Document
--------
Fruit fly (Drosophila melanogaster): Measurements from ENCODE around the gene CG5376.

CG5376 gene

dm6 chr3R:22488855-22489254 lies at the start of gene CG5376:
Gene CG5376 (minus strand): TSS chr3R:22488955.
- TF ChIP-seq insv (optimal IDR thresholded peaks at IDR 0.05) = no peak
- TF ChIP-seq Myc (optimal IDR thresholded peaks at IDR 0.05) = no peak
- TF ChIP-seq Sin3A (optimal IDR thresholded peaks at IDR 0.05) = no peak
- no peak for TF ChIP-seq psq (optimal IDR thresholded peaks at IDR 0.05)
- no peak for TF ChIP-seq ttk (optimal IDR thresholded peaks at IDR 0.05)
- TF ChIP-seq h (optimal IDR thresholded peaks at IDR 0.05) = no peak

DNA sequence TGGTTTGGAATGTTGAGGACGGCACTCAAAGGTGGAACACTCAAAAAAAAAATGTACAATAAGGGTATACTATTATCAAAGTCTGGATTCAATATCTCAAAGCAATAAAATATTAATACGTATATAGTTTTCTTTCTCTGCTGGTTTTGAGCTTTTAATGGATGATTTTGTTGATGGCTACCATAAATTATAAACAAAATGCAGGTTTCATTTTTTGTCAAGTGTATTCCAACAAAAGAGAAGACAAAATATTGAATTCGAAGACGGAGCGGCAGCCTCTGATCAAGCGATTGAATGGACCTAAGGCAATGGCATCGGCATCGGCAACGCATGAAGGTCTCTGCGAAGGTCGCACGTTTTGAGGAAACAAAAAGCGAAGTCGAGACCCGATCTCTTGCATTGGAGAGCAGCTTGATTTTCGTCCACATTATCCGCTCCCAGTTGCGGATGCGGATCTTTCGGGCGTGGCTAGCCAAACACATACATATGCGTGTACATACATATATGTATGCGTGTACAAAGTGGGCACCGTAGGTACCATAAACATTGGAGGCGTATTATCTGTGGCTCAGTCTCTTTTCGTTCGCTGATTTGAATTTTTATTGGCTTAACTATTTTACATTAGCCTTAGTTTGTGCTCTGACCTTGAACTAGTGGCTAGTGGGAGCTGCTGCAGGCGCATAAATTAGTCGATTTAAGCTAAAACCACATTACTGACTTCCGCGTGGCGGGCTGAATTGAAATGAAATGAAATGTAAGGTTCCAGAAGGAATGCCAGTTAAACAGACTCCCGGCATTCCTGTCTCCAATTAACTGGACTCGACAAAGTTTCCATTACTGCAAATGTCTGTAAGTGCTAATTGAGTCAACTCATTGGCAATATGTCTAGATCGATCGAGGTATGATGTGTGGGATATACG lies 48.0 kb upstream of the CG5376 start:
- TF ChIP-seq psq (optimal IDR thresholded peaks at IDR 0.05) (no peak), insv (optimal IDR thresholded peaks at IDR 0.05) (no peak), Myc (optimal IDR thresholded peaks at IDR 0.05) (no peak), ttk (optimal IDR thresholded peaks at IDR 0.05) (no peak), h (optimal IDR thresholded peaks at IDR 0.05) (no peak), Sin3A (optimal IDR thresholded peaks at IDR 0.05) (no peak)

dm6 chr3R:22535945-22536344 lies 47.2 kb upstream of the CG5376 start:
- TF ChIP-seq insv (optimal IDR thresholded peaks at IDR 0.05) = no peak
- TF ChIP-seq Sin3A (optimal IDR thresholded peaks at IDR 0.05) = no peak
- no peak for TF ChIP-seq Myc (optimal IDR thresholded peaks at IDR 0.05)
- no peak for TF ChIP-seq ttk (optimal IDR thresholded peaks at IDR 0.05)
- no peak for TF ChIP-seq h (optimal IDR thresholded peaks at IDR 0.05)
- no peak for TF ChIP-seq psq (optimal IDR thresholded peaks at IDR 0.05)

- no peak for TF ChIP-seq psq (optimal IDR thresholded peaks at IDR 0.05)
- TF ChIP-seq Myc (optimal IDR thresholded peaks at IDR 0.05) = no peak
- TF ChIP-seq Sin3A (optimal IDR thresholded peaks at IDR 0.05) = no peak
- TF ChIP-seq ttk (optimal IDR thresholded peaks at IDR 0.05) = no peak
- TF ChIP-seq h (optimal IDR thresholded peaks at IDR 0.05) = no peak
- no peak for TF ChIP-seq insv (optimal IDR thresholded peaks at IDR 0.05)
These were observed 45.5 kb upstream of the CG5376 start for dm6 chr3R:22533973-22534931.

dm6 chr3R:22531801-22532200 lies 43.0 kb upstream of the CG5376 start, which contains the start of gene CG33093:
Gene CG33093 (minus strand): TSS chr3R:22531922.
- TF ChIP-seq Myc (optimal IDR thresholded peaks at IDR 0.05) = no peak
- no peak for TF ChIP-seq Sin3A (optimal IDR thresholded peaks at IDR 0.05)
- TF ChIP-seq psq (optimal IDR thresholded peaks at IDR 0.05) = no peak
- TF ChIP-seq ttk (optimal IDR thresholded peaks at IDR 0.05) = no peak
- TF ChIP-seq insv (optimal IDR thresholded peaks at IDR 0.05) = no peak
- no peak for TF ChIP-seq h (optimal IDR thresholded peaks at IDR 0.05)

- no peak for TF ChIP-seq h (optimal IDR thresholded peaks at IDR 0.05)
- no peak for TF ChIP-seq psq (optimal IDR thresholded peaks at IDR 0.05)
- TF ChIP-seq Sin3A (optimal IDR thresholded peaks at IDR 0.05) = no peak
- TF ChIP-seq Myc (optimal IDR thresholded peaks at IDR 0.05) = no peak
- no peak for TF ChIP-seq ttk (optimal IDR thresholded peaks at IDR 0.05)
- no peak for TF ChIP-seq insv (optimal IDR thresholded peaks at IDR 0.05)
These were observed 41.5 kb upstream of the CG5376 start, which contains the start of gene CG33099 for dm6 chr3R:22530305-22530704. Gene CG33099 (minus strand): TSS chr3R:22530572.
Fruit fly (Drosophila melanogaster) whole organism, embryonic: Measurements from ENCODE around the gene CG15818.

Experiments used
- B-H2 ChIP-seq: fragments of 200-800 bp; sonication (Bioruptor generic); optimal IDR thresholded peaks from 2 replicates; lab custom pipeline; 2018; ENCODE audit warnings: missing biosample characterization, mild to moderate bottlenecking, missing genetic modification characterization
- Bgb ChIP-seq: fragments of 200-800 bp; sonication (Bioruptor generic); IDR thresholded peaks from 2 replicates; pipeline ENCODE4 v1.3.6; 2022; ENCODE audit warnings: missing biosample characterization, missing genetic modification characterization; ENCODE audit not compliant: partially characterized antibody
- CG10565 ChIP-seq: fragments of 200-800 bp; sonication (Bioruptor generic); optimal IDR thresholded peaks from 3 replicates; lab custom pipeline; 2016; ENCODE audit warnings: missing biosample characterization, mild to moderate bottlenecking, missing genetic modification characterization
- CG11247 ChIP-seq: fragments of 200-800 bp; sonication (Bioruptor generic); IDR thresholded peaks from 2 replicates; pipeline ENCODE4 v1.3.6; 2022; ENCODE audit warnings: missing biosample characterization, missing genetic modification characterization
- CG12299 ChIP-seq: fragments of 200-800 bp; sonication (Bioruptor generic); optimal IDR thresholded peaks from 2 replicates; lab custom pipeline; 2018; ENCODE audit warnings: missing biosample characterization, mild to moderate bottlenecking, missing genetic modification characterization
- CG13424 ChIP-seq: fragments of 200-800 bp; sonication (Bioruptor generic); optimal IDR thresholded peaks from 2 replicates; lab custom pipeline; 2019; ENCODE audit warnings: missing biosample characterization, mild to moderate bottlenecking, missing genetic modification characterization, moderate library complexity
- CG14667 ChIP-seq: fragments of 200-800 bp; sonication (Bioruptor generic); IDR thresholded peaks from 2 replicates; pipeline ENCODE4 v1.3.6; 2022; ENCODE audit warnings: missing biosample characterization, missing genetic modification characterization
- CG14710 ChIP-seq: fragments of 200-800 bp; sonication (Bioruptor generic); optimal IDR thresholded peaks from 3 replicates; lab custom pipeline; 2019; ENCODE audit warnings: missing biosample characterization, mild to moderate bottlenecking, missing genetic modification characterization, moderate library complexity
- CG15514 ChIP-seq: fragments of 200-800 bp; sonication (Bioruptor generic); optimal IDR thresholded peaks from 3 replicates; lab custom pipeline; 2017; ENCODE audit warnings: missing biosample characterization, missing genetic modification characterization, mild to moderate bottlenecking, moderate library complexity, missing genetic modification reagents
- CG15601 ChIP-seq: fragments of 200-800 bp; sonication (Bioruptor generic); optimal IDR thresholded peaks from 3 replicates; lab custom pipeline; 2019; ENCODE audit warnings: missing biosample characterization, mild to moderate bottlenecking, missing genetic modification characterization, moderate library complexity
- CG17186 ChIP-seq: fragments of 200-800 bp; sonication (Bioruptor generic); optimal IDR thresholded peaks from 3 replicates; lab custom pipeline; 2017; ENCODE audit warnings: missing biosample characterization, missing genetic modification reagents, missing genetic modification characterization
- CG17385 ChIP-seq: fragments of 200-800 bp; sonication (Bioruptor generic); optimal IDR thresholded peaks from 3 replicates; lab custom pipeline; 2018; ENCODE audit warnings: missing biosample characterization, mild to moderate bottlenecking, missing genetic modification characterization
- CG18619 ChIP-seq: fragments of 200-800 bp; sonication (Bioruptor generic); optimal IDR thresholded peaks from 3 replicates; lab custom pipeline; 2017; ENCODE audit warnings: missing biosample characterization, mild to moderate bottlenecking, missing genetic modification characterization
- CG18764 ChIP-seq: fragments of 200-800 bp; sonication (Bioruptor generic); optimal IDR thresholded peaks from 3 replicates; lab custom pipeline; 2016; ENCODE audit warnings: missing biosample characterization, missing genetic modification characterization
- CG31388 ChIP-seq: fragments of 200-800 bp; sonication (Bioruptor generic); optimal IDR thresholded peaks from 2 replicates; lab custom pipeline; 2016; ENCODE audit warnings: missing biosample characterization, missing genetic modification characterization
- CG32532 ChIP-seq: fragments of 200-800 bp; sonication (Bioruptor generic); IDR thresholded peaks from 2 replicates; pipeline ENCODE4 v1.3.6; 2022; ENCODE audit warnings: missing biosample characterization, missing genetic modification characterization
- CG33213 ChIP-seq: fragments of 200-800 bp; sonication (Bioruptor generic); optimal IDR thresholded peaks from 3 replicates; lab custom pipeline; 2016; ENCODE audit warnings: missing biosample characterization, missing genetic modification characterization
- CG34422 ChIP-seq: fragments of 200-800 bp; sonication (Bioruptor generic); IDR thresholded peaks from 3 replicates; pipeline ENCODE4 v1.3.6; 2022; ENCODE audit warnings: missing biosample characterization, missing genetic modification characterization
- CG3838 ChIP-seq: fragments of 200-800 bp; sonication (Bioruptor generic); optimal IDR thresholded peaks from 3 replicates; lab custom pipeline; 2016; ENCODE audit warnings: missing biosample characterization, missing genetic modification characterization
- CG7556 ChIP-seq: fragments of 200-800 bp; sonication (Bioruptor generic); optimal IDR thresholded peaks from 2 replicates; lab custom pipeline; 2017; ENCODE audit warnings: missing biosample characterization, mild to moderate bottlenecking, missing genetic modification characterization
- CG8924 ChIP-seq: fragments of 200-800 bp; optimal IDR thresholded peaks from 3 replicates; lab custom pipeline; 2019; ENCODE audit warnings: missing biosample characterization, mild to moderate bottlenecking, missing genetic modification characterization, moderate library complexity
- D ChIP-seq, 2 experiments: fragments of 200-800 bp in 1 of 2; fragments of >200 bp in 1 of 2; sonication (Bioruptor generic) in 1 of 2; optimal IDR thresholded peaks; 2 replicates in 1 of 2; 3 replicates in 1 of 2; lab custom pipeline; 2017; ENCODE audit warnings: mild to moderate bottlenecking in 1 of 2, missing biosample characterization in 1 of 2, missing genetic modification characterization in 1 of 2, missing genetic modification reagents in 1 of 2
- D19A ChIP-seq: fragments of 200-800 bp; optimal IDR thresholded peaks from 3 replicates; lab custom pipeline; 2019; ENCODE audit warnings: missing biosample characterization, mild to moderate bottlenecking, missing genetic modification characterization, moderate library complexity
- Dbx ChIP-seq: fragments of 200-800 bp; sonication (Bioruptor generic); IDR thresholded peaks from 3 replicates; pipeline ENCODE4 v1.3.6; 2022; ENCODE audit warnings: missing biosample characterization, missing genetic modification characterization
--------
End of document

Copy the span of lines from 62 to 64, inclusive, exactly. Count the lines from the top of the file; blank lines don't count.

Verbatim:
- CG3838 ChIP-seq: fragments of 200-800 bp; sonication (Bioruptor generic); optimal IDR thresholded peaks from 3 replicates; lab custom pipeline; 2016; ENCODE audit warnings: missing biosample characterization, missing genetic modification characterization
- CG7556 ChIP-seq: fragments of 200-800 bp; sonication (Bioruptor generic); optimal IDR thresholded peaks from 2 replicates; lab custom pipeline; 2017; ENCODE audit warnings: missing biosample characterization, mild to moderate bottlenecking, missing genetic modification characterization
- CG8924 ChIP-seq: fragments of 200-800 bp; optimal IDR thresholded peaks from 3 replicates; lab custom pipeline; 2019; ENCODE audit warnings: missing biosample characterization, mild to moderate bottlenecking, missing genetic modification characterization, moderate library complexity